typed – 2582/11896
written (not typed yet) – 0
nanowrimo avg words needed – 1667/6667 – MET
personal goal – 2500/10000 – MET ~ that’s 20% completed! 🙂
I actually spent most of the day yesterday unpacking the trailer; I was a bit worried that I wouldn’t be able to get the writing done, but I also felt the need to get other stuff accomplished. Turns out its a good thing I did, because the trailer apparently has a small leak and (since its been raining a lot) was on the verge of ruining some of our books. I got them out in the nick of time; only two seemed a little damp. Because of that, I ended up unpacking everything, instead of just some. Now the only things that are left are two treadmills and a REALLY large cat tree (made by our good friend Jim). Then I had to unpack a lot of the boxes, either because they were wet or because I didn’t want the cats sitting on things marked “fragile.” I have now unpacked *every* fragile box, and the only casualties were two wine glasses (they were in a box marked “very fragile” that was put underneath about ten other heavy boxes at one point – don’t ask), and they are no great loss. I also broke one D & B shot glass while unpacking, mostly because I was being careless. I have quite a lot of very breakable figurines, so I consider it impressive that they all made it through OK. Since I’m thinking about it, here’s some unsolicited advice on packing:
When packing fragile things, use clothes you won’t need right away, extra towels, and those plastic shopping bags that you always forget to put in the recycling bins at the store, rather than paying for bubble wrap, styrofoam, or special wrapping paper. Newspaper can also work, but adds more weight than bags or clothes (which you would have had to pack anyways). For the really fragile, extra special stuff, I packed each one into a small box and then packed those into hard plastic boxes (better than cardboard because they won’t bend in under pressure). Plastic or Rubbermaid boxes are also particularly good if you have an open-bed truck you will be using, since they are waterproof.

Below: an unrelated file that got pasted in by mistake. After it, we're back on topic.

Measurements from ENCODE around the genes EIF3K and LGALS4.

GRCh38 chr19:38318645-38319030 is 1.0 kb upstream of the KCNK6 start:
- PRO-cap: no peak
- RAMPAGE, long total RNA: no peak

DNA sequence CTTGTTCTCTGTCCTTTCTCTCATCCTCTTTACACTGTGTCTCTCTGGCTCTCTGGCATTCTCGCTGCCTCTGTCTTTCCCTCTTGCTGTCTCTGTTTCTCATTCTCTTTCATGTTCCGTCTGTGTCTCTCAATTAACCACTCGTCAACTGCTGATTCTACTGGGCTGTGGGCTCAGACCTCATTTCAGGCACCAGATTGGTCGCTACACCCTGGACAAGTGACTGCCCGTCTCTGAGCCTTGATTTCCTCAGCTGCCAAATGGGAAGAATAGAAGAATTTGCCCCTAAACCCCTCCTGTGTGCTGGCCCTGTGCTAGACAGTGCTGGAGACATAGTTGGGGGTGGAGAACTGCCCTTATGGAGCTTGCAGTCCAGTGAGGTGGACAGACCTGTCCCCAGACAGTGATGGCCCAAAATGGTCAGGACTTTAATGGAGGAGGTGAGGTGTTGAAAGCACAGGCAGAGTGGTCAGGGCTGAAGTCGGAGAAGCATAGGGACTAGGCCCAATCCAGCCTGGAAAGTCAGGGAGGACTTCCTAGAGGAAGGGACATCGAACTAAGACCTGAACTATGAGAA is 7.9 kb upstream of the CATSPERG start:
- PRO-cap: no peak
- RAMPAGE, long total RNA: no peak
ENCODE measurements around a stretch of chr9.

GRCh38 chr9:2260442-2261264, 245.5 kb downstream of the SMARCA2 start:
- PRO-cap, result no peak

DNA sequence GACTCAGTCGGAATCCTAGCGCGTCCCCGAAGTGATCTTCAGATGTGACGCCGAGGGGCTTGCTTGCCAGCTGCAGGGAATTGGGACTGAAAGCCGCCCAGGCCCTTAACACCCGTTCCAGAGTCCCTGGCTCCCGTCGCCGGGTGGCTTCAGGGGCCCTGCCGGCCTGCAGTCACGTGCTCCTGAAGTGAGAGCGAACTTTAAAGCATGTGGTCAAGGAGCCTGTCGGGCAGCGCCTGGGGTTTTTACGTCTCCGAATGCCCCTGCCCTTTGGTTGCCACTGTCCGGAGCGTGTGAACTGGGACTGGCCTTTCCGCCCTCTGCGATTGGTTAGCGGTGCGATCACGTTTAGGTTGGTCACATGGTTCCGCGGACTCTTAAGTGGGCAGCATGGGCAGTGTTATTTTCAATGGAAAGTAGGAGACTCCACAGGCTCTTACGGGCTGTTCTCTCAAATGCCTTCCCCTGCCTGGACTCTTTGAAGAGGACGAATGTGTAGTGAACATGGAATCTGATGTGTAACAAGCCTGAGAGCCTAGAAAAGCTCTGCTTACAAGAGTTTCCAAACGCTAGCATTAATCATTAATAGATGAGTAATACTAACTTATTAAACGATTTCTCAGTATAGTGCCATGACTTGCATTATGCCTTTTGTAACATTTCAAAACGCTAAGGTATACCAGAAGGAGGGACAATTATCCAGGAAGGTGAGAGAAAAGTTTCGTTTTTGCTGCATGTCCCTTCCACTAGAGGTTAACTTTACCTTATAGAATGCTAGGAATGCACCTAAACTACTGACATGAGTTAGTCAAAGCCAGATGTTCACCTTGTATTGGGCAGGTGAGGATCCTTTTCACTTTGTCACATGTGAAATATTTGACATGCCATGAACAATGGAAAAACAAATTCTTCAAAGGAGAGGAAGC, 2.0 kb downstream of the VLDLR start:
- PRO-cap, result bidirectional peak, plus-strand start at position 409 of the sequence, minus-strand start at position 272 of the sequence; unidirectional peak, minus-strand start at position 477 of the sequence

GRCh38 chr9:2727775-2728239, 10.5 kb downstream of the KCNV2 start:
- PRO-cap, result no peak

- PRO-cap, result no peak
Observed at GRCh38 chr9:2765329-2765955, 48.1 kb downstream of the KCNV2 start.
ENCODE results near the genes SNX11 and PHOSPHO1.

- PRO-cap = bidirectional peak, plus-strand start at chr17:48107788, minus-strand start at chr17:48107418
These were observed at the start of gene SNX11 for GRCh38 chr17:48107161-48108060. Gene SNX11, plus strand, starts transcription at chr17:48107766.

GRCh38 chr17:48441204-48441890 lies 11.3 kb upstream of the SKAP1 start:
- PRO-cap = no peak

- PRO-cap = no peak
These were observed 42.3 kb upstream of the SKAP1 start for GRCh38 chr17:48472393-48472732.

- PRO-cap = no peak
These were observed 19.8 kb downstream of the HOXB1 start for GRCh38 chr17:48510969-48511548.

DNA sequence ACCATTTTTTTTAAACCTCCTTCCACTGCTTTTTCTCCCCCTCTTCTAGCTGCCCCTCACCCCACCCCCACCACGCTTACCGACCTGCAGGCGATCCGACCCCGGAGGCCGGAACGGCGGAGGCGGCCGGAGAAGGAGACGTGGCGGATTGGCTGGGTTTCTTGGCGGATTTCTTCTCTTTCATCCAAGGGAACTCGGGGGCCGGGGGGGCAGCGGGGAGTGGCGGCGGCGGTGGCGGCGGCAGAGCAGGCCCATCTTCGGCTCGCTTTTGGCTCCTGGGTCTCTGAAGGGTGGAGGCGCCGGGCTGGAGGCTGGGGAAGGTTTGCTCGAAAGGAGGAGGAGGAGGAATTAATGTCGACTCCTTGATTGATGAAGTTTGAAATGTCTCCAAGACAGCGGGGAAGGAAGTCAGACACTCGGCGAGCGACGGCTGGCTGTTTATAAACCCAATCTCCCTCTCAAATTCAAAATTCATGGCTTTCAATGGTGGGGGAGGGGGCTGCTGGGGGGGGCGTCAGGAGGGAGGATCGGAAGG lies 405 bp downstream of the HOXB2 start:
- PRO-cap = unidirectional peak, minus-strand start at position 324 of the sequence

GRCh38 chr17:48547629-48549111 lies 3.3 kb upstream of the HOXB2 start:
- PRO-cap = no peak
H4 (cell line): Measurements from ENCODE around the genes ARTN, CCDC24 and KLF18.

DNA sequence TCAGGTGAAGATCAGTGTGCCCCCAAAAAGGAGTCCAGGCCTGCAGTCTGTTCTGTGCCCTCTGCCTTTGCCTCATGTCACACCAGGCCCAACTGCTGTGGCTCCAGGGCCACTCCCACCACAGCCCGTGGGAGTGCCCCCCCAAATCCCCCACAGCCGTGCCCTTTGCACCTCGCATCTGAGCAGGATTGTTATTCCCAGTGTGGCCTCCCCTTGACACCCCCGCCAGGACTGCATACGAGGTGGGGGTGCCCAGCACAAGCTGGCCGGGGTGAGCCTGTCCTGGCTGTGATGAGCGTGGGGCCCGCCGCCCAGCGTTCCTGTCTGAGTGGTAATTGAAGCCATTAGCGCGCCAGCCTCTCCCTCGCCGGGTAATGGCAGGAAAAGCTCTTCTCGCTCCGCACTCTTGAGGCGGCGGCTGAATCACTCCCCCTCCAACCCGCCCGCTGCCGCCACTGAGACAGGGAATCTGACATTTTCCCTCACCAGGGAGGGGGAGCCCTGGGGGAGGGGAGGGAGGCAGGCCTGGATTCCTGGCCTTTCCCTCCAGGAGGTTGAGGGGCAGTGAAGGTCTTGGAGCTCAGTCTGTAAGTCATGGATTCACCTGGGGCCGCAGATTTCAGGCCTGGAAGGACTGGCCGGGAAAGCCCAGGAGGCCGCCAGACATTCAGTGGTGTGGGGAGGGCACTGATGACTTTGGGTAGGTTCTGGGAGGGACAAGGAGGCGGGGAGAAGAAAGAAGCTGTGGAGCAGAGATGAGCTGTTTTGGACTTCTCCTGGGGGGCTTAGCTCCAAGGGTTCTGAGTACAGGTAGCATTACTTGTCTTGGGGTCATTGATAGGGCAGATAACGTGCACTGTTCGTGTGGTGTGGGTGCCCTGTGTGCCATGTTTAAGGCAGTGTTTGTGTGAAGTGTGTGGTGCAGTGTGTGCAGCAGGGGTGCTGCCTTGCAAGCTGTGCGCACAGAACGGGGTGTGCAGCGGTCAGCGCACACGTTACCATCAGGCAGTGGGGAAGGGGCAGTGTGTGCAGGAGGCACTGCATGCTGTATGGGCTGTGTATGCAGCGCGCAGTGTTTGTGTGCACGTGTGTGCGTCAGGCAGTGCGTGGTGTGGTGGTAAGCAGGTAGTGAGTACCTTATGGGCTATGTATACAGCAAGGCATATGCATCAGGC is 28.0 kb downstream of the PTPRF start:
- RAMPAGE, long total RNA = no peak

The boxes they say are for books are too big for books, unless you’re hiring someone to move them and don’t care if their back gets broken. Try to find smaller boxes if you can (I used a lot of priority mail boxes); the filing boxes that have handles work pretty well also, usually found anywhere that has office supplies, including sam’s. If you can’t, try packing the top half of the box with something lighter, like dvd’s. Most of the “special” boxes moving companies sell are a rip-off, particularly things like garment boxes, unless you have both money and space to burn. One thing that *is* probably worth getting is a mattress cover, if you are moving a bed (keeps it clean). If you don’t have enough friends with spare boxes, you can go to grocery stores or other places and ask them for their empty boxes (grocery stores go through inventory the fastest, so are most likely to have them at any time). Use your older blankets and sheets for wrapping around things like furniture and mirrors. Keep a pile of “soft” stuff (such as clothes or stuffed animals, in plastic bags) out until the last minute, for filling in holes around things, to prevent shifting while traveling.
Pack things in priority order (pack the stuff you need least first) and when you get to the things you can’t go a day, a week, or a month without, label them as such; I used a * for things I wanted right away, followed by 1-4 for things which I would probably want to find quickly, but wouldn’t need immediately. This saves you from having to unpack everything to find that one thing you need later. Don’t limit this to only things you need, but include those you might *want,* like your favorite books, movies, CDs, or games. When packing the moving vehicle, put the priority items in near the front (assuming that the entire vehicle will be getting unpacked at once), so they won’t get buried when unpacking the vehicle. You can get away without prioritizing if its a one-shot move, but if you have to put things in storage and/or move piecemeal (like we did), it will really save your sanity if you can easily tell what boxes are important. Also, It takes most people several months to fully unpack.
There is such a thing as too much help; too many people moving too quickly might not put things where you want (causing you to expend a lot of extra effort later) or might not pay as much attention to your labels (such as “very fragile”). We learned this one the hard way; fortunately it worked out OK, and I did really appreciate that so many people were trying to be helpful, but I think it would have been better with fewer people at that time. I’m a bit OCD about organization, so having things getting moved around too fast was particularly problematic for me.
When unpacking, don’t forget to recycle the cardboard (unless you have room to store it for the next person)!
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